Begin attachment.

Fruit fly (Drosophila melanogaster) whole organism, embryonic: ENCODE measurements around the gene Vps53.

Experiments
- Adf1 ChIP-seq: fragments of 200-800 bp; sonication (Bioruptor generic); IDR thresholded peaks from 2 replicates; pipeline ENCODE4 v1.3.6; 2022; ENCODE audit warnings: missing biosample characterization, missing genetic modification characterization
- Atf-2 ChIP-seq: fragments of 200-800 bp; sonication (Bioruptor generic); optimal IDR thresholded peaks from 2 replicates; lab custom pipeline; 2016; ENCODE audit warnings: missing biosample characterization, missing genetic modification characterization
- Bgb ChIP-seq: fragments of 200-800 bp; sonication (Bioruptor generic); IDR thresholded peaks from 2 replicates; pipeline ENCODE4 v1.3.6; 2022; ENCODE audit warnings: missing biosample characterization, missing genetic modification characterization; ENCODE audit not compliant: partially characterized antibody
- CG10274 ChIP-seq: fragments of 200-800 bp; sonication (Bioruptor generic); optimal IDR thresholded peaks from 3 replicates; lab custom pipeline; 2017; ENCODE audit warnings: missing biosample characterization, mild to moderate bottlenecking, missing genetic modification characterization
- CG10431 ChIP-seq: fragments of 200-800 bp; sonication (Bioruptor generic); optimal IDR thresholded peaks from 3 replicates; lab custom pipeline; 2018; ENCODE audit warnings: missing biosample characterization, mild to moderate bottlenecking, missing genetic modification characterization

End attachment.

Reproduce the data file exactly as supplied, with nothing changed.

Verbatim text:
Fruit fly (Drosophila melanogaster) whole organism, embryonic: ENCODE measurements around the gene Vps53.

Experiments
- Adf1 ChIP-seq: fragments of 200-800 bp; sonication (Bioruptor generic); IDR thresholded peaks from 2 replicates; pipeline ENCODE4 v1.3.6; 2022; ENCODE audit warnings: missing biosample characterization, missing genetic modification characterization
- Atf-2 ChIP-seq: fragments of 200-800 bp; sonication (Bioruptor generic); optimal IDR thresholded peaks from 2 replicates; lab custom pipeline; 2016; ENCODE audit warnings: missing biosample characterization, missing genetic modification characterization
- Bgb ChIP-seq: fragments of 200-800 bp; sonication (Bioruptor generic); IDR thresholded peaks from 2 replicates; pipeline ENCODE4 v1.3.6; 2022; ENCODE audit warnings: missing biosample characterization, missing genetic modification characterization; ENCODE audit not compliant: partially characterized antibody
- CG10274 ChIP-seq: fragments of 200-800 bp; sonication (Bioruptor generic); optimal IDR thresholded peaks from 3 replicates; lab custom pipeline; 2017; ENCODE audit warnings: missing biosample characterization, mild to moderate bottlenecking, missing genetic modification characterization
- CG10431 ChIP-seq: fragments of 200-800 bp; sonication (Bioruptor generic); optimal IDR thresholded peaks from 3 replicates; lab custom pipeline; 2018; ENCODE audit warnings: missing biosample characterization, mild to moderate bottlenecking, missing genetic modification characterization